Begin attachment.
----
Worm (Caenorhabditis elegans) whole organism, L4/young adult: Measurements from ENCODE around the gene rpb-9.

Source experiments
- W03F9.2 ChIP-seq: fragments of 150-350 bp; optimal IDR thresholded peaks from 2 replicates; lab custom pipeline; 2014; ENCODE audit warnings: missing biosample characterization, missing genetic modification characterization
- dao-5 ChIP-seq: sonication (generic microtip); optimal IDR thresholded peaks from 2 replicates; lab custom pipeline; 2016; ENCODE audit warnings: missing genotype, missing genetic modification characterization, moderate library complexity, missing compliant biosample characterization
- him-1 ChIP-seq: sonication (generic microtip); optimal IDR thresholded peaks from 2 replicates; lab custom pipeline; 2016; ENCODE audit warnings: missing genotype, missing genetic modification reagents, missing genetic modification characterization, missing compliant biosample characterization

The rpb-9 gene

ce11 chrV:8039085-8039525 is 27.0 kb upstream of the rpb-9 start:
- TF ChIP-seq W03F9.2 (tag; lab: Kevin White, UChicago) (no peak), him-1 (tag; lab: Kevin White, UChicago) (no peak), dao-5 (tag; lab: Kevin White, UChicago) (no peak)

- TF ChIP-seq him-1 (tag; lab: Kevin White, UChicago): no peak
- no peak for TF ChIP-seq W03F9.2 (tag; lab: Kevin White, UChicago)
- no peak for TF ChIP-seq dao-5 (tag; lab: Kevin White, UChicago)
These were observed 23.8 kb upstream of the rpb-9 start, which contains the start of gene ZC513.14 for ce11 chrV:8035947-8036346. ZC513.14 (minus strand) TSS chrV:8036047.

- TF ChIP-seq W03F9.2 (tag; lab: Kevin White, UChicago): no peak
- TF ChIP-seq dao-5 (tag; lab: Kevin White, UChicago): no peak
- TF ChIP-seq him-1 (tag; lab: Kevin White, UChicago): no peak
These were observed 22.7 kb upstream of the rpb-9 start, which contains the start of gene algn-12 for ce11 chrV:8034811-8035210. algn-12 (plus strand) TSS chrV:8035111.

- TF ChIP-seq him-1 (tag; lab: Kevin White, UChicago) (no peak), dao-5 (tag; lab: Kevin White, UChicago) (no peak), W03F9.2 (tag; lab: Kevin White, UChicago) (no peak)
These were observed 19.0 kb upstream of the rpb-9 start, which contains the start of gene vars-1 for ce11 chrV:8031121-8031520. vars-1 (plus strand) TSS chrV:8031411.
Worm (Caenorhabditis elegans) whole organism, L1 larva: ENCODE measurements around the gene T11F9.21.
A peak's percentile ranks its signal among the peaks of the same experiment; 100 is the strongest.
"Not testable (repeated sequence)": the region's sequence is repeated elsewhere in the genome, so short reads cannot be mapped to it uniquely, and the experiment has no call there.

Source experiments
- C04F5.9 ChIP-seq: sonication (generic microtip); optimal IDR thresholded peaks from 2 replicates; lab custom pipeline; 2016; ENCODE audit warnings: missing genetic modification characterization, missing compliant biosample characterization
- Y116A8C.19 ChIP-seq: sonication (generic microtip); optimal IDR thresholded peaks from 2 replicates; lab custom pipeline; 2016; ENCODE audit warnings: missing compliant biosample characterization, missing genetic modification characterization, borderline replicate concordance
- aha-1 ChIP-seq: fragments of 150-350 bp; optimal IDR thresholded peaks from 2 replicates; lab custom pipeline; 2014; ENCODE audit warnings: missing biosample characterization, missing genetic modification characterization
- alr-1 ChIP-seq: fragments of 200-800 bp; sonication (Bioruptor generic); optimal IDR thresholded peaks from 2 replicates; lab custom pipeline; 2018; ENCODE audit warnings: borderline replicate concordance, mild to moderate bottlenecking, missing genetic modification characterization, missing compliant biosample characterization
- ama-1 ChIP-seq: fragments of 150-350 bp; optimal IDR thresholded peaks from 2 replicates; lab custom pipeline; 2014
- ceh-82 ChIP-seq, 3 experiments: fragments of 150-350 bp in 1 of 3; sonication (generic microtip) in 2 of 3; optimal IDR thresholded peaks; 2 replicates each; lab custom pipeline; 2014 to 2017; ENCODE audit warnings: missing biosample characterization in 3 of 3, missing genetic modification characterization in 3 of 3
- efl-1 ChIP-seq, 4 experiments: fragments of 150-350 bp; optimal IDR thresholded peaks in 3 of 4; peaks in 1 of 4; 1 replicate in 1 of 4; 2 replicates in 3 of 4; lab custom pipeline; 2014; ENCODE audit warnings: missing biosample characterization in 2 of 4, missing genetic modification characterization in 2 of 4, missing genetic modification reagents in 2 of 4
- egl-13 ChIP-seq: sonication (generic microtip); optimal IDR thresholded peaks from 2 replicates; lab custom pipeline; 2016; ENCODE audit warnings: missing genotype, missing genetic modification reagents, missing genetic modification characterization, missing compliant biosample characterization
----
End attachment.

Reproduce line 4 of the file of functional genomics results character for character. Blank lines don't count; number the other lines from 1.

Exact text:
- dao-5 ChIP-seq: sonication (generic microtip); optimal IDR thresholded peaks from 2 replicates; lab custom pipeline; 2016; ENCODE audit warnings: missing genotype, missing genetic modification characterization, moderate library complexity, missing compliant biosample characterization